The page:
Published in the May 7, 2019 edition.


WAKEFIELD – The Wakefield Public Schools continue to find opportunities to create inclusion, with the announcement of a new Unified Sports program as the latest example.

Director of Athletics, Health and Wellness Brendan Kent appeared before the School Committee last week to announce the new initiative at Wakefield Memorial High School.

Kent explained that Unified Sports falls under the umbrella of the Special Olympics but is different from other Special Olympics programs in that it combines students with and without intellectual disabilities on the same team.

Kent said that Unified Sports is a growing phenomenon. Over the last few years, unified sports teams have been popping up on college campuses and now they are starting to appear at the high school level as well, Kent said.

Locally, he said that the idea came out of a meeting of Middlesex League athletic directors who were discussing the possibility of launching a Unified Sports league as part of the Middlesex League. That program has now in fact launched, with basketball being the first sport offered.

Kent said that there are currently three teams in the new Middlesex Unified Sports League: Wakefield Memorial High School, Melrose High School and Lexington High School. The three teams will play each other throughout the month of May in this inaugural season, Kent said. The first game was last Thursday, with Wakefield hosting Lexington.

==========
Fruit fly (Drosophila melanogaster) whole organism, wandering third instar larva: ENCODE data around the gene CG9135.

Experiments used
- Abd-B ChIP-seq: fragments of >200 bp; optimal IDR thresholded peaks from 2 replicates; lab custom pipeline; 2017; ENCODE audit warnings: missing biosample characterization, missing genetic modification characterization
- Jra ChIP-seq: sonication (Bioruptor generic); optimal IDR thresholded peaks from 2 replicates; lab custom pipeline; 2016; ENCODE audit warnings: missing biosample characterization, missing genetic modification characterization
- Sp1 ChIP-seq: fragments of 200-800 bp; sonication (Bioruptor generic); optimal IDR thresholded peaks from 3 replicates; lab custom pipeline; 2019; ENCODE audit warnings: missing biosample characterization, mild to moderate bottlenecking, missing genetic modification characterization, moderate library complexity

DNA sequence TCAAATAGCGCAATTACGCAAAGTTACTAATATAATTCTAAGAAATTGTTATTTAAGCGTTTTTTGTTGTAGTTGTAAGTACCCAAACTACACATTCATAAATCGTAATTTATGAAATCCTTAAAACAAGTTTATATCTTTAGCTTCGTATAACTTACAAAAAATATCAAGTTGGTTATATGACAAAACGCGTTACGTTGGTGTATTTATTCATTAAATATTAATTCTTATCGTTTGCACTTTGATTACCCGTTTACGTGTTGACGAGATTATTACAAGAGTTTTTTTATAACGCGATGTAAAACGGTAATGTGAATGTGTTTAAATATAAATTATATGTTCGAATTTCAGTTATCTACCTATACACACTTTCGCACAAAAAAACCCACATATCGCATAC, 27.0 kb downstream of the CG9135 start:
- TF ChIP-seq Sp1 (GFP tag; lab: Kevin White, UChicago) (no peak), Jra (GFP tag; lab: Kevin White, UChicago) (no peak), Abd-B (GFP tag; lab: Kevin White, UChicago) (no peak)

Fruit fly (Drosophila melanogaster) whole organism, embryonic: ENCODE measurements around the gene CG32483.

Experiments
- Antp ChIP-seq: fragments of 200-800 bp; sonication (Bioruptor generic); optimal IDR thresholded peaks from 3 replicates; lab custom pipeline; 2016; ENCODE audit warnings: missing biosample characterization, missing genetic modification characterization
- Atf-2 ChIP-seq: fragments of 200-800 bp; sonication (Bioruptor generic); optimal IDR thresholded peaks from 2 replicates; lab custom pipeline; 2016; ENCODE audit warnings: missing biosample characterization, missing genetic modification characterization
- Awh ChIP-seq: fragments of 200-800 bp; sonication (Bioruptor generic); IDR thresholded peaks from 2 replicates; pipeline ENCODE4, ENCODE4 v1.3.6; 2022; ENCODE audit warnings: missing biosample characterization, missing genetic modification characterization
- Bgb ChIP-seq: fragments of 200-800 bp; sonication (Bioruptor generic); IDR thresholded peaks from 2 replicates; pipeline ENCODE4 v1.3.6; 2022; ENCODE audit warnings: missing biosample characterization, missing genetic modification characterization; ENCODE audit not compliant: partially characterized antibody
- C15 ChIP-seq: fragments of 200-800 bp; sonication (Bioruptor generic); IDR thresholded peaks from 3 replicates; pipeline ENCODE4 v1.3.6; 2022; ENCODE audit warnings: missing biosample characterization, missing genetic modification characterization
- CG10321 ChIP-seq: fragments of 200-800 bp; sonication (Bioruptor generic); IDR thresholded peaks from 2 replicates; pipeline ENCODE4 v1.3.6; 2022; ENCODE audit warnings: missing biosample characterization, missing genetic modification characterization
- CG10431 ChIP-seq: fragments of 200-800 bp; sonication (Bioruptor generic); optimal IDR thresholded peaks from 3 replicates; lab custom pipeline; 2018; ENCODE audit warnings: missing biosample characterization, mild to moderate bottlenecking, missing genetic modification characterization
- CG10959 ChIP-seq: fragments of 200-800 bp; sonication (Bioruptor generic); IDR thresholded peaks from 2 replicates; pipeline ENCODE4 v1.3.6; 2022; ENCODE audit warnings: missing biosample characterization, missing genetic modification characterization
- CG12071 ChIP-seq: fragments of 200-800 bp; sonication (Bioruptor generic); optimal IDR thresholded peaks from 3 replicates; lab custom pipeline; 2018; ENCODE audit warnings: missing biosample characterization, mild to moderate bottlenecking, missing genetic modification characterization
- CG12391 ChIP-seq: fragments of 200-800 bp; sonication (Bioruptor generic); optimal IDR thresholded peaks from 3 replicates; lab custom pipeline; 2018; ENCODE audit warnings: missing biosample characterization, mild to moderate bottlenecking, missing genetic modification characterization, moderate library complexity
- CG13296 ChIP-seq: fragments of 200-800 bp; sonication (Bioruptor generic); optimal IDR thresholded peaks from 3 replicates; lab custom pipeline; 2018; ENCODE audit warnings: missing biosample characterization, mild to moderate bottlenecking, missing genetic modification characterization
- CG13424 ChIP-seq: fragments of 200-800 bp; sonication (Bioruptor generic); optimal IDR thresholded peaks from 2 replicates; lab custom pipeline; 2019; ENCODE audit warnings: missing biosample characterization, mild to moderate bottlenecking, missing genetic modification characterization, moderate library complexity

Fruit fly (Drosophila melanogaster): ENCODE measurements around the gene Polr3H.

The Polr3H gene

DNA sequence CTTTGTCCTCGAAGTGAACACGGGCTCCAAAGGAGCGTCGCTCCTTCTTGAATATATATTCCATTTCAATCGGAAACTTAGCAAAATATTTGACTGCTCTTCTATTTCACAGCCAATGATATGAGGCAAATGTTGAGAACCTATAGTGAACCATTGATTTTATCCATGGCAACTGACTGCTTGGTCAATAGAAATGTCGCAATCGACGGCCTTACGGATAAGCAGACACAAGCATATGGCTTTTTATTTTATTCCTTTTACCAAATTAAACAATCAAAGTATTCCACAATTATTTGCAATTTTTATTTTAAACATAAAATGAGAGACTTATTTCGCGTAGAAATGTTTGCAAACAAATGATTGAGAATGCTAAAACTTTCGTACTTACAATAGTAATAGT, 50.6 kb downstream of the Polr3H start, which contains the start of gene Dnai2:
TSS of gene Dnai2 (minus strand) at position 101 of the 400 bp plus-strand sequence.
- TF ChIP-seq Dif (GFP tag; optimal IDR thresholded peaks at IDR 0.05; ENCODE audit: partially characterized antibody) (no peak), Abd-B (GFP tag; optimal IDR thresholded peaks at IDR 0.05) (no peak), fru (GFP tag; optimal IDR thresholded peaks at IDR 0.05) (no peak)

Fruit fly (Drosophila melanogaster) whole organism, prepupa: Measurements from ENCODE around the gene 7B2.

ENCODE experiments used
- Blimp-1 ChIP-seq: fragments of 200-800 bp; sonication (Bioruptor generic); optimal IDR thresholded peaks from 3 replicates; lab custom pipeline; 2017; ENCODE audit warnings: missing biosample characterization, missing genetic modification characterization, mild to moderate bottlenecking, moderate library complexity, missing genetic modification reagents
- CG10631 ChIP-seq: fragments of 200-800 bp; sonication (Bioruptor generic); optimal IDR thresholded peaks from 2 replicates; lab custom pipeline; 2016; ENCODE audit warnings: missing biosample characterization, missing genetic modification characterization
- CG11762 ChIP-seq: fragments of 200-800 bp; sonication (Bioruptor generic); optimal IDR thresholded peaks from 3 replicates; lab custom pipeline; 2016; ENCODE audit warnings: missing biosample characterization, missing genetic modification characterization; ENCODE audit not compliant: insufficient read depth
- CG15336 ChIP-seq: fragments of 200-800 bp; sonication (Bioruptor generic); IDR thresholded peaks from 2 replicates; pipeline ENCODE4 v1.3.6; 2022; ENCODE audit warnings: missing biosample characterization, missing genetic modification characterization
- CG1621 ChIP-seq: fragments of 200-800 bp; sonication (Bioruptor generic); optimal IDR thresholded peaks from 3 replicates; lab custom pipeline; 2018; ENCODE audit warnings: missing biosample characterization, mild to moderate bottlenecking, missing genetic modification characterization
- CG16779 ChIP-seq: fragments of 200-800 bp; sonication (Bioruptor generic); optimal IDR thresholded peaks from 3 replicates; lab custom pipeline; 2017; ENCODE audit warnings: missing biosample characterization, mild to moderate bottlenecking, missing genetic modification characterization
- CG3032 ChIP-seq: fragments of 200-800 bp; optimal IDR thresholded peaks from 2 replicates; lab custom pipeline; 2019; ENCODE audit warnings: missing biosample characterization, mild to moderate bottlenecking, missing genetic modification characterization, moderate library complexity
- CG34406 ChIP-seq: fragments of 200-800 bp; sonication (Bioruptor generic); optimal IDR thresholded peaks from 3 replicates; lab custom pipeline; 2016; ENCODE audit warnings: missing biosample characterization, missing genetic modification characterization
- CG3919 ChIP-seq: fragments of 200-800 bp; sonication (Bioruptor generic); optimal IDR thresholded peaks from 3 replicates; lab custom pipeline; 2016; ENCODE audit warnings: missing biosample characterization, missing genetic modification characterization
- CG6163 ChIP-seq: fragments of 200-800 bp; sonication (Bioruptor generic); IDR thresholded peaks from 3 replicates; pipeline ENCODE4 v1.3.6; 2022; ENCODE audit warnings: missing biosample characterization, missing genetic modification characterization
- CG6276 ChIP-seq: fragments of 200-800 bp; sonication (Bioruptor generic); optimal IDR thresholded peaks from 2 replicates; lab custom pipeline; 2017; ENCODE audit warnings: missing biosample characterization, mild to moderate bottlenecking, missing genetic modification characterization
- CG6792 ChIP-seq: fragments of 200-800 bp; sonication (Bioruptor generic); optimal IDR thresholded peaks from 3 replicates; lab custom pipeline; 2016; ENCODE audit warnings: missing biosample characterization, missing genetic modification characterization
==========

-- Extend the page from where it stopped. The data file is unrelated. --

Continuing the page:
Kent said that he was impressed with the level of enthusiasm and support that the new program has gotten from students. He said that the first person to sign up was two-time Warrior varsity basketball co-captain Ryan Marcus, who told Kent that he wanted to be involved with the Unified team. The Wakefield Unified Basketball program includes boys and girls.

The first head coach of the Warrior Unified Basketball Team will be Wakefield Director of Special Education Donna Conlon.

Kent said that there would be no user fees for the program. He noted that he and Conlon got together and figured out ways to fund the program through their existing budgets. The players will have uniforms, he said, and the games will be conducted in a similar fashion as other sports, with pregame ceremonies including announcement of starting line-ups.

Assuming Unified Basketball is a success, Kent said that the hope is to start a flag football program next year.

“This is a great opportunity to bring together all of our students of varying ability levels, playing on the same team with each other and developing great friendships and respect for each other,” Kent said.